Book Excerpt

Less than twenty minutes later, I received a message from Michael. I was strictly ordered not to do anything but stay where I was. Andreas would pick me up a little later. In the meantime, I could work out in the gardens with some of the angels if I wanted to.

CONTINUE READING HERE OR HERE

Demon Tracker Blog Tour – May 2, 2020 – May 14, 2020


I’m very proud to present the ‘Demon Tracker’ Blog Tour

from May 2 – May 14, 2020

supported by the following participants:

 

May 02, 2020                 The Story Reading Ape

May 03, 2020                 Vivienne Sang

May 04, 2020                 KM Jenkins

May 05, 2020                  Sue Vincent

May 06, 2020                  Laura Sansom

May 07, 2020                  Raymond Walker

May 08, 2020                  Allan Krummenacker

May 09, 2020                  Jenanita

May 10, 2020                  Nicholas Rossis and Nicholas Rossis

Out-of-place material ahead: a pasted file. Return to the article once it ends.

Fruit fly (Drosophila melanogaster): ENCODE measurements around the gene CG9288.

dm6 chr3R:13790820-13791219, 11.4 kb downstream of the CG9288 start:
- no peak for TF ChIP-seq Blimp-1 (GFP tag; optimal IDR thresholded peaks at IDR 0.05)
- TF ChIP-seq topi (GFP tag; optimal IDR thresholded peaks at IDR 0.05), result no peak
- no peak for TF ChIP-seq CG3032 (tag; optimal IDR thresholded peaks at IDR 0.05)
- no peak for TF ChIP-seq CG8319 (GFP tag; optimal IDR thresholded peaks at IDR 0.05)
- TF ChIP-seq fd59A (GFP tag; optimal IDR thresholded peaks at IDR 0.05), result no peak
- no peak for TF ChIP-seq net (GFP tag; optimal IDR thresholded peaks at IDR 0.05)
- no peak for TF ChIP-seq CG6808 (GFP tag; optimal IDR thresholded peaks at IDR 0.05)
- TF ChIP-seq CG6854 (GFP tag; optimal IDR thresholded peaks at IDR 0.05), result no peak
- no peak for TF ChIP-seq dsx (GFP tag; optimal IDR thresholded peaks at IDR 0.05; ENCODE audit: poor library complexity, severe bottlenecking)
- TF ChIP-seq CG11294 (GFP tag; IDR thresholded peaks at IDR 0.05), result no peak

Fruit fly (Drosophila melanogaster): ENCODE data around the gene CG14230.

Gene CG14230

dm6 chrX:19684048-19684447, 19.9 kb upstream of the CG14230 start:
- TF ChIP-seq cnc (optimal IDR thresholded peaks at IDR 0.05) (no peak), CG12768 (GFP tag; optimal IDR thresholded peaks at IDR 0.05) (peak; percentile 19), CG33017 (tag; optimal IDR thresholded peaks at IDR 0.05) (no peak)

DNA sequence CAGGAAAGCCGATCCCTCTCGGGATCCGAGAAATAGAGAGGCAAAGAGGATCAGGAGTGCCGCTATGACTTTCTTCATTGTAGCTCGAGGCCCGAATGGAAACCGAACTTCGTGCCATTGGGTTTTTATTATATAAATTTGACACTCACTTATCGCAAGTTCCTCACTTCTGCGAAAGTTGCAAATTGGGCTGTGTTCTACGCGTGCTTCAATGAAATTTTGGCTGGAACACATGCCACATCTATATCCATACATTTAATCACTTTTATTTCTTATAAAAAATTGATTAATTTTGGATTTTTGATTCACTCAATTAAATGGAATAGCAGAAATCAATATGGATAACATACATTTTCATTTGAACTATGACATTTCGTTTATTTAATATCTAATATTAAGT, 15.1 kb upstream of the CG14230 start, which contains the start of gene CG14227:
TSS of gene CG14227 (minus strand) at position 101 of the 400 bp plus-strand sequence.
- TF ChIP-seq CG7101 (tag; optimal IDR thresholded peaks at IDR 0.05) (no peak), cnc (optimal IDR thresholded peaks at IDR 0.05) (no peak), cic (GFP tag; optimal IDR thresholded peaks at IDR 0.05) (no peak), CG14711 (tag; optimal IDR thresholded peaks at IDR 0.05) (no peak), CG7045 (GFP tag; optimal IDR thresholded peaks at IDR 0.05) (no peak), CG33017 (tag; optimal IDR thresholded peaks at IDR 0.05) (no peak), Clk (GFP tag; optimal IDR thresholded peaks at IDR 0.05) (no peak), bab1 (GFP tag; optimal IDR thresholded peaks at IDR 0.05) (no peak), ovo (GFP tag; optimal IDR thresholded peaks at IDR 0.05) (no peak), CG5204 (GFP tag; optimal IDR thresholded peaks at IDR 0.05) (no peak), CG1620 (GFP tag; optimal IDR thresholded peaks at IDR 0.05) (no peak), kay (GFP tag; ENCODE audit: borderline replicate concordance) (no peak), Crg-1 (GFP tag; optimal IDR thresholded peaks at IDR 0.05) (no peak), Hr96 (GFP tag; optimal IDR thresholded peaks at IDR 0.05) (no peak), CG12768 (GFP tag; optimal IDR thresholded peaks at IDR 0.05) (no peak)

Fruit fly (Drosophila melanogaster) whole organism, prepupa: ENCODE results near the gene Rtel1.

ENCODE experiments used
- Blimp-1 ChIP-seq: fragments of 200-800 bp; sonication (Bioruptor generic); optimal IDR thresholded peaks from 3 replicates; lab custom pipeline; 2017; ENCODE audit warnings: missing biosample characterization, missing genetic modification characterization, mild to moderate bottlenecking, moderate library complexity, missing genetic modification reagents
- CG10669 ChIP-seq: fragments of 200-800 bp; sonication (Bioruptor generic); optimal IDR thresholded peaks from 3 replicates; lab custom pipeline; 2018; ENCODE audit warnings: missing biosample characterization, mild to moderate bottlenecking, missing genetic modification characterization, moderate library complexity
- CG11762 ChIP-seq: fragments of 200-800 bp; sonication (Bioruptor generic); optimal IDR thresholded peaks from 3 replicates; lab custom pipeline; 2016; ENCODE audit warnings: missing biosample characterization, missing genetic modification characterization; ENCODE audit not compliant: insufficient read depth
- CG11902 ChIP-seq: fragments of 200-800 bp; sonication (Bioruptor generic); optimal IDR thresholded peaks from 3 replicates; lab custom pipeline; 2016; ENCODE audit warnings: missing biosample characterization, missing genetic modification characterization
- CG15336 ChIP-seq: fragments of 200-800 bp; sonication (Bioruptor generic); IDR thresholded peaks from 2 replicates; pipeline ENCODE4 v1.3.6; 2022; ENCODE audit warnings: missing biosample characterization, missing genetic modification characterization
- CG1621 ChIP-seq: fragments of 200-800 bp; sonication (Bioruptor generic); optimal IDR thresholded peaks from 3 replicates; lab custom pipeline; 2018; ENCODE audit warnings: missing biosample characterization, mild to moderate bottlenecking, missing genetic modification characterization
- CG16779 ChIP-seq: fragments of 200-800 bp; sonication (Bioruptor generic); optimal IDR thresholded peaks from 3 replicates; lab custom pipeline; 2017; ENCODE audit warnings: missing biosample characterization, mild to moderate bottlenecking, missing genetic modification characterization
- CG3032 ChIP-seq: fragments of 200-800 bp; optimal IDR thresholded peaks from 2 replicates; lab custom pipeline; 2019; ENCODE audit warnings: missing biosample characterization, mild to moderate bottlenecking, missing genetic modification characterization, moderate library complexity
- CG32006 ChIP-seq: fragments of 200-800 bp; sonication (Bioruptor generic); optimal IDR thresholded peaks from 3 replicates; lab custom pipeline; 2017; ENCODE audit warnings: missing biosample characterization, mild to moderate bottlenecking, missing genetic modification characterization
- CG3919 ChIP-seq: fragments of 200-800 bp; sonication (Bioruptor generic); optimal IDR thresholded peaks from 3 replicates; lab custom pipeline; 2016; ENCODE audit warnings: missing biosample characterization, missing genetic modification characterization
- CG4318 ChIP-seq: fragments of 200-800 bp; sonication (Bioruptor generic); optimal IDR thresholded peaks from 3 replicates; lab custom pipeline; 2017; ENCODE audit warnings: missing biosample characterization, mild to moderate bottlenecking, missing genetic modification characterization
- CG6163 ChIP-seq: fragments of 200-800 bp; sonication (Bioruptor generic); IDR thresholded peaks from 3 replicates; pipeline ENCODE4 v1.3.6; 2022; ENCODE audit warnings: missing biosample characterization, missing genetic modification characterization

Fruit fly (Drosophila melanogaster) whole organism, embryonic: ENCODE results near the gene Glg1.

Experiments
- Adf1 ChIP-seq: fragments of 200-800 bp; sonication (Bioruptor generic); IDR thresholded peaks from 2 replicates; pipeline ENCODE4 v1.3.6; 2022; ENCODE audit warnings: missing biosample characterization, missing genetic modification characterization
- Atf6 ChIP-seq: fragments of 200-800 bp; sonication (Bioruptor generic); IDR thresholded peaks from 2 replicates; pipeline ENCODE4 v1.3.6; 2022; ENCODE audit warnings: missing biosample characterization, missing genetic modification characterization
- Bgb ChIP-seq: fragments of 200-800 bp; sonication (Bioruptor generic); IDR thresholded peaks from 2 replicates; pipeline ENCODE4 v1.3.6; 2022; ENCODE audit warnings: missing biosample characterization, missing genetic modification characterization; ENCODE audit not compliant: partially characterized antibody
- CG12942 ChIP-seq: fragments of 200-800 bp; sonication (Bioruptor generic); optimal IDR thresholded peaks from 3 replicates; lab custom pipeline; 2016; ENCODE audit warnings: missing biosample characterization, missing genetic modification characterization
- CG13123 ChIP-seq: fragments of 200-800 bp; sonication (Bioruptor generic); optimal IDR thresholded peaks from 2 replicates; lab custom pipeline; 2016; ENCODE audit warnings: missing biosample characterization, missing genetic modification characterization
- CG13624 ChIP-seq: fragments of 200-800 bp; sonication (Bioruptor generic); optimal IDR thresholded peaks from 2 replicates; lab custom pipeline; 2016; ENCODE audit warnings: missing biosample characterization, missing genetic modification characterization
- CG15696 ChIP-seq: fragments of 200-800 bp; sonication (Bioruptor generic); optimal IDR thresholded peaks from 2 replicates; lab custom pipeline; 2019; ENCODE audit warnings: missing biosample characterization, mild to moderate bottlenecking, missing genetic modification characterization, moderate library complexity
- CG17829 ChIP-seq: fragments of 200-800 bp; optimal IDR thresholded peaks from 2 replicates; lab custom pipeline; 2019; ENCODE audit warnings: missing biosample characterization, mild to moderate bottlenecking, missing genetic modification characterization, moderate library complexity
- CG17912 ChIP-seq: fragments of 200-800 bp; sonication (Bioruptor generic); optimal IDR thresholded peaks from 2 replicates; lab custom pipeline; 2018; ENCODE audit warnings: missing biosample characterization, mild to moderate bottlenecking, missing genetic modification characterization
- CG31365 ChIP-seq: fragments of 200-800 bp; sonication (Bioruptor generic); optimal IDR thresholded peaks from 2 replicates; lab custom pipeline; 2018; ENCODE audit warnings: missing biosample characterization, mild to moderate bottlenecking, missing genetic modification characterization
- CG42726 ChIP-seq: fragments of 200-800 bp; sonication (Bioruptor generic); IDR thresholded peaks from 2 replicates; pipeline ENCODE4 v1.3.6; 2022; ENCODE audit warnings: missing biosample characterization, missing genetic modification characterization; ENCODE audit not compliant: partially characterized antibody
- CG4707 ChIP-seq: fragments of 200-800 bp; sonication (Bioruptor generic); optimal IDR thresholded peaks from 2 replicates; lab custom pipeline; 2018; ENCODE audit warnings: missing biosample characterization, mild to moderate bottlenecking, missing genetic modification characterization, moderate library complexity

May 11, 2020                   JoHawkTheWriter

May 12, 2020                  Unexpectedly neglected

May 13, 2020                  Don Massenzio

May 14, 2020                  The Paranormal Romance Guild

 

THANK YOU ALL, SUPPORTERS!!

 

Check out the Demon Tracker Trailer and read the Tour posts to find out about the 3rd book in ‘The Council Of Twelve’ series.

 

 

Infographic: Selling your Business with Ebooks – Written By Nicholas Rossis

Nicolas Rossis informs us on his blog on how to sell our business with ebooks. He posted an infographic that is simple and self-explanatory and very, VERY useful! Thank you, Nicholas!


 

Did you know that a great way to promote a business is through an ebook?

As regular readers of this blog know, I have been focusing on freelance writing this past couple of years. So, this is a tip that may be of particular interest to non-fiction writers and anyone else who is looking to make a living through their writing.

Good content has become the brute force that drives a majority of the marketing strategies on the internet today.

Indeed, that is why writers are as popular as ever – it is a golden era for content marketing (although things are still hard for fiction writers). Whether it is explainer videos, blog posts, or infographics, every form of online marketing requires high-quality content that attracts more clicks and revenue.

Continue Reading Here